Comparing term and whole life insurance
Choosing the type of life insurance that’s best for you depends a lot on your personal needs. Knowing why you’re buying a life insurance policy can help you decide which kind of policy to purchase.
Basically, life insurance comes in two varieties: term life and whole life. Determining whether you want one type or the other or a combination of both is your first step.
Term life policies cover you for a certain number of years (the term) and pay a death benefit if you pass away during the policy’s term. Term life insurance doesn’t build cash value. If you outlive the term of the insurance, the policy lapses and no benefit is paid. Generally, term life insurance costs less than permanent life, although premiums may increase over time. If your main reason for buying life insurance is to ensure your family’s financial wellbeing for a finite number of years—until your children are out of college for example—term life may be a good option.
There are several types of term life insurance. Annual renewable term is a one-year policy with a premium set for your age at that time. Level premium term has a death benefit and premium cost that remain the same and can be purchased in five-, 10-, 15-, 20-, 25-, 30- or 35-year terms. Mortgage life insurance is a type of term insurance featuring level premiums with the death benefit declining over time. The idea is to mirror the policy owner’s mortgage value to pay the balance should the owner pass away.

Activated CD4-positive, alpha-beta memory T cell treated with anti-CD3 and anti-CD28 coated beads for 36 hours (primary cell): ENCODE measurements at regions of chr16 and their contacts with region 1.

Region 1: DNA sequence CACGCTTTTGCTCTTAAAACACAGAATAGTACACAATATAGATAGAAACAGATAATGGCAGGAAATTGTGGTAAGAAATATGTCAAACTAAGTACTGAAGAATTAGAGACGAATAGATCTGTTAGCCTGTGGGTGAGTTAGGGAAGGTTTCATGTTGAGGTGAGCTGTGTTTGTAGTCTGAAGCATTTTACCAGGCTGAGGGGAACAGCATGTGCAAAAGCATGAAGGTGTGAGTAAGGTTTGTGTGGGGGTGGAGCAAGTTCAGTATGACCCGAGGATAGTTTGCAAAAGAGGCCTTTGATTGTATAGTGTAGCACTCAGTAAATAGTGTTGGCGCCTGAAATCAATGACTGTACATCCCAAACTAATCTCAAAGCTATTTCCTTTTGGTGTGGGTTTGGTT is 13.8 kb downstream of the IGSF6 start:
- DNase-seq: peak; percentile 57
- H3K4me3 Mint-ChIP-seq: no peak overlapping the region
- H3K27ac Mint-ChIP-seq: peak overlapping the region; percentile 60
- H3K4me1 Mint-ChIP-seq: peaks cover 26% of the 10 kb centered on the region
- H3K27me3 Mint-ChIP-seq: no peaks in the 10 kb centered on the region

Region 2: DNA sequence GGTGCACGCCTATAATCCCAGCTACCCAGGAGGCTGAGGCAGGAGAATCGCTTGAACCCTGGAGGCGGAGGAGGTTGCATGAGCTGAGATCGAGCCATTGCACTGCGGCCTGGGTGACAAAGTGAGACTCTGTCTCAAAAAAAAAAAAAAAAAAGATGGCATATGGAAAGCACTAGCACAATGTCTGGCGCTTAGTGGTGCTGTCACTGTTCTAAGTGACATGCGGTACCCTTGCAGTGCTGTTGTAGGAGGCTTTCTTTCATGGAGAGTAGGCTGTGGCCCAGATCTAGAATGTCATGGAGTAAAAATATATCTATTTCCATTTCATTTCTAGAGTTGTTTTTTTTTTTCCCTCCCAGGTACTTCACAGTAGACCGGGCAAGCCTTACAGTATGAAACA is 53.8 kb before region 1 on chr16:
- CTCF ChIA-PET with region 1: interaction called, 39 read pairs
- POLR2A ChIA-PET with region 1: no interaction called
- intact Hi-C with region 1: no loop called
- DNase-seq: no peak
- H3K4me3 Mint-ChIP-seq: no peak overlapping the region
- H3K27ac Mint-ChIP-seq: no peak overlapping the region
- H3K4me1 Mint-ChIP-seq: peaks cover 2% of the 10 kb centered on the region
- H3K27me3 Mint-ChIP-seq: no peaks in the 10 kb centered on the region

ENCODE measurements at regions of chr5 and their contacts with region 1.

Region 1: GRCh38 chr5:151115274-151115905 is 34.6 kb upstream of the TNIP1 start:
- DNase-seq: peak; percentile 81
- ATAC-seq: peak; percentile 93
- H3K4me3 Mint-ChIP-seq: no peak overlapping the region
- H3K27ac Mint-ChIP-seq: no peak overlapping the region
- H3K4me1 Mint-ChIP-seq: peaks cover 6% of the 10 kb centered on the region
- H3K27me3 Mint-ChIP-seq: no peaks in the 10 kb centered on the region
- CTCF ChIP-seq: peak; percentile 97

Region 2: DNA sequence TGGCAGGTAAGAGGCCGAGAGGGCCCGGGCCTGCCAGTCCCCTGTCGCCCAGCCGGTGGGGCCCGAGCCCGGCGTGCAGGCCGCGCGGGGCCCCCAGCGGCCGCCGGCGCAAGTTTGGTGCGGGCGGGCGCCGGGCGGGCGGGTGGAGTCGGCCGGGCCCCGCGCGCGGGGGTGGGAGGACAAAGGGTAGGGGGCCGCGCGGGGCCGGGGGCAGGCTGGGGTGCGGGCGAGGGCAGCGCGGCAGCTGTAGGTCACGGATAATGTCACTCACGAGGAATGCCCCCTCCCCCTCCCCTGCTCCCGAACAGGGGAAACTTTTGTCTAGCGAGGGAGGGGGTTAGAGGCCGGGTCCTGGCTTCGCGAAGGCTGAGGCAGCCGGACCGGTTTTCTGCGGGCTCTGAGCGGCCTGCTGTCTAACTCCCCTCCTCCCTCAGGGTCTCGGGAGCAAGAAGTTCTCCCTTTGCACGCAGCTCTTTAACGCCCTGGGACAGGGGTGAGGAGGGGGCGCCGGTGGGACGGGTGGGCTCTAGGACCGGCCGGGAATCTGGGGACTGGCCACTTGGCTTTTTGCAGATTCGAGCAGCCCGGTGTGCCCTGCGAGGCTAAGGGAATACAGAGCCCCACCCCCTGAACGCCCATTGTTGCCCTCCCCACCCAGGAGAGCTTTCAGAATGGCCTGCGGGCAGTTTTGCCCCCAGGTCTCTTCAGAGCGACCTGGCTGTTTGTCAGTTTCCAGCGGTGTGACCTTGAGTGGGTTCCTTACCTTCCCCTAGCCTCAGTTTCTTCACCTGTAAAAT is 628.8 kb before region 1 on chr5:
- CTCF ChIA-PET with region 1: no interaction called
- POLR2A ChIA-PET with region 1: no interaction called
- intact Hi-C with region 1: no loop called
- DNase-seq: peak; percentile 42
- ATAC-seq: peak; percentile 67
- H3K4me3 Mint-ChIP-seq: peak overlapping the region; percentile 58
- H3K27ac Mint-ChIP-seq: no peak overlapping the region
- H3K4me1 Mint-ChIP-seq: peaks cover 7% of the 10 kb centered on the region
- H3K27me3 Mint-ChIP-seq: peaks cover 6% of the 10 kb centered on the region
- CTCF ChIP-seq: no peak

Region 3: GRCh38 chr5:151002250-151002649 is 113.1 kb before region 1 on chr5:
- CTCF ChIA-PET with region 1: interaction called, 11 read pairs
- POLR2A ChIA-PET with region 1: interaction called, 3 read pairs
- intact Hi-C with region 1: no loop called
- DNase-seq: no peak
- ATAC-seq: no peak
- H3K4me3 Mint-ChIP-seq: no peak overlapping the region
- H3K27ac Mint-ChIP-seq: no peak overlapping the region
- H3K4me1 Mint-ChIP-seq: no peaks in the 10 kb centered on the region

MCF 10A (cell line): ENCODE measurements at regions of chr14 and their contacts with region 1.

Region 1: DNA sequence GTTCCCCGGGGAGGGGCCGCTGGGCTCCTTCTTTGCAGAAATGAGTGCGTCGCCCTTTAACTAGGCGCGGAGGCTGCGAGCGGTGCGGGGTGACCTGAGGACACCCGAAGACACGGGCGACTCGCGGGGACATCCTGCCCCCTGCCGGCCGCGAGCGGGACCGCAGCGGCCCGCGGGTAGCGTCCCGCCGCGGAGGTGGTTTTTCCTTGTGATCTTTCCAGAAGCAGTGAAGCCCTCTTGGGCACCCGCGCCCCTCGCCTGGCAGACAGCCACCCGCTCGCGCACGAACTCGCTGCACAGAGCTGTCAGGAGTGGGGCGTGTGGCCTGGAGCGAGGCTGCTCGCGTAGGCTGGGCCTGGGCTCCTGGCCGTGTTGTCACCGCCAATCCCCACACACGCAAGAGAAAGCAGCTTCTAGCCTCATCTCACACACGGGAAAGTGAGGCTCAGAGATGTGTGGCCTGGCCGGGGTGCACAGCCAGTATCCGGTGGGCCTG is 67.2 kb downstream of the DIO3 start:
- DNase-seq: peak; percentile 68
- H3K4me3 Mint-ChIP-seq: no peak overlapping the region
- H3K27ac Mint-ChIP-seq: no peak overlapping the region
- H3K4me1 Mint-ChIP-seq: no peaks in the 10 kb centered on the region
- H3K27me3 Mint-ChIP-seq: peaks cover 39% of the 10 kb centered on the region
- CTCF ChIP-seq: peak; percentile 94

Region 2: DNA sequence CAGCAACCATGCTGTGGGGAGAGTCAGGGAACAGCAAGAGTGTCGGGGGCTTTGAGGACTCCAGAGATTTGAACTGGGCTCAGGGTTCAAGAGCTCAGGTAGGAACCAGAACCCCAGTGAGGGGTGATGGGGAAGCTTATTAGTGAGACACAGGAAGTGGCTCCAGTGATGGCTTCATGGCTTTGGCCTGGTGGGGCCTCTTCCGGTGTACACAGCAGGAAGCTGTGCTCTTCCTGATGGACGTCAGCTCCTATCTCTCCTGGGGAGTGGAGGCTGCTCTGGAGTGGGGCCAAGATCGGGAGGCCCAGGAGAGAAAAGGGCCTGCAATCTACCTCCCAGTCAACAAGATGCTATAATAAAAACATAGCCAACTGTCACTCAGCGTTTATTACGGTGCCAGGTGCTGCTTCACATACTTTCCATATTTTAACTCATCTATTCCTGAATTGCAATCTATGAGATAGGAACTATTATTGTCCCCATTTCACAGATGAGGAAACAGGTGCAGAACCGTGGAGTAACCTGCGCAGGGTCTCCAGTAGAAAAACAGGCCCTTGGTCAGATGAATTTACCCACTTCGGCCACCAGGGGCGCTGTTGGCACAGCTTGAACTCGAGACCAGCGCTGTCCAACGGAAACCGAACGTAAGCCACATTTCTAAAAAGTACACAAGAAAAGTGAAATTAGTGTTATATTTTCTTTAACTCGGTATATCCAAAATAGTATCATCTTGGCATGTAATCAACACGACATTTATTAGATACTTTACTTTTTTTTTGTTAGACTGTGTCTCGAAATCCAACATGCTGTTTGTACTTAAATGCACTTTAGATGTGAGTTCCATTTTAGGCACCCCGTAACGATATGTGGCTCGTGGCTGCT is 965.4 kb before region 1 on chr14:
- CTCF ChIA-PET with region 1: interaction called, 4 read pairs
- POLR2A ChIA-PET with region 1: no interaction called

Along with providing a death benefit, whole life insurance builds cash value. A whole life policy typically costs more than term life. The insurance company invests the premiums you pay and generates dividends that become part of the cash value. You can borrow against the cash value of your policy. Should you pass away before repaying the loan on an in-force whole life policy, the balance is subtracted from the benefit that is paid out.